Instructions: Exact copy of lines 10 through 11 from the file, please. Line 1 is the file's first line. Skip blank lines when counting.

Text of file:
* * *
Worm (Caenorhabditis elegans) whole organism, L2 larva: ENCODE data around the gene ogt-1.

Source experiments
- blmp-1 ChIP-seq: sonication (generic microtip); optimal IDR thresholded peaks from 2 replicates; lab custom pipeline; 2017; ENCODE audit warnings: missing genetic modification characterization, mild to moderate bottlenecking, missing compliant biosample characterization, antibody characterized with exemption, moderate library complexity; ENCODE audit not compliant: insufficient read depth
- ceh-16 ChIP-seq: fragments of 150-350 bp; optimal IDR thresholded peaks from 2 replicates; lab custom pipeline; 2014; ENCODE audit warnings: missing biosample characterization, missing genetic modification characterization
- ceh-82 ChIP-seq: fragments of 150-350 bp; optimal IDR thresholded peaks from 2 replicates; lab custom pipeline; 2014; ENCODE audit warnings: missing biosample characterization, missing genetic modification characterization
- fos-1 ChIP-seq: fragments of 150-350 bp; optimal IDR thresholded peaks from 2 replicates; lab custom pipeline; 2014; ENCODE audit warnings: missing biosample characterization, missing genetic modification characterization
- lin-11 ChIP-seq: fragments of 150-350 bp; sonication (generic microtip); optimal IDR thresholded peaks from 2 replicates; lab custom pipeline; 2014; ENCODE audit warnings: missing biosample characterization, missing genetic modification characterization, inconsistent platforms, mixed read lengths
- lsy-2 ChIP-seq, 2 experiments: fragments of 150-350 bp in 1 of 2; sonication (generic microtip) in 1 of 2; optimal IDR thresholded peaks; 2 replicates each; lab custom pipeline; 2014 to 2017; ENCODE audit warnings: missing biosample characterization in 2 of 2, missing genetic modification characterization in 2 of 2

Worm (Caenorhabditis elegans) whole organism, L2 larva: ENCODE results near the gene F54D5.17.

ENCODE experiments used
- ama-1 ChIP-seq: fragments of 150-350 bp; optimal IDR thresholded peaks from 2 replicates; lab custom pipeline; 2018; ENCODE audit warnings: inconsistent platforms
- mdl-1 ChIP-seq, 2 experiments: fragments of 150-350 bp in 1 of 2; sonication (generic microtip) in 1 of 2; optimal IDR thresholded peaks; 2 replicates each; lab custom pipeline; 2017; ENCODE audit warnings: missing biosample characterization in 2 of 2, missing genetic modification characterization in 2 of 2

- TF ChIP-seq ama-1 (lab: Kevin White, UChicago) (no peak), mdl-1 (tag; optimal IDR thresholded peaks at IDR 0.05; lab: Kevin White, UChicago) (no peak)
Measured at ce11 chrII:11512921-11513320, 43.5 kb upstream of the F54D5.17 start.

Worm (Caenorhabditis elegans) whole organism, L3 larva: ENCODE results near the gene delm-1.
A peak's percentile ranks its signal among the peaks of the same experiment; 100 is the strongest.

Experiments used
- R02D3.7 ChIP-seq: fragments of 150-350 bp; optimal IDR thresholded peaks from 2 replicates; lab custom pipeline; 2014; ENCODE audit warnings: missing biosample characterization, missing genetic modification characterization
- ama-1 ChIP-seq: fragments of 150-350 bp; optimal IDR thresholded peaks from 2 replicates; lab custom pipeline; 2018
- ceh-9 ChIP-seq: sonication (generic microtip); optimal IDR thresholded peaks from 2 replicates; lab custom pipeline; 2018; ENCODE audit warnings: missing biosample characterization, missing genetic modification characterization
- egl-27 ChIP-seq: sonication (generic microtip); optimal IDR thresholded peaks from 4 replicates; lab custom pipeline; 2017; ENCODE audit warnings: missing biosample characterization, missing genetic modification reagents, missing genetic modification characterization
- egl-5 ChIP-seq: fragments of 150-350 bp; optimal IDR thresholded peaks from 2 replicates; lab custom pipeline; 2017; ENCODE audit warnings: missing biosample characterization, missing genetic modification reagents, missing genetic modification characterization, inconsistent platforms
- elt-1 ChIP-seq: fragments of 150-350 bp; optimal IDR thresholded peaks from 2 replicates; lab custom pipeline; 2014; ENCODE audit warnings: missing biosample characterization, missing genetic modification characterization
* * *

ENCODE experiments used
- ama-1 ChIP-seq: fragments of 150-350 bp; optimal IDR thresholded peaks from 2 replicates; lab custom pipeline; 2018; ENCODE audit warnings: inconsistent platforms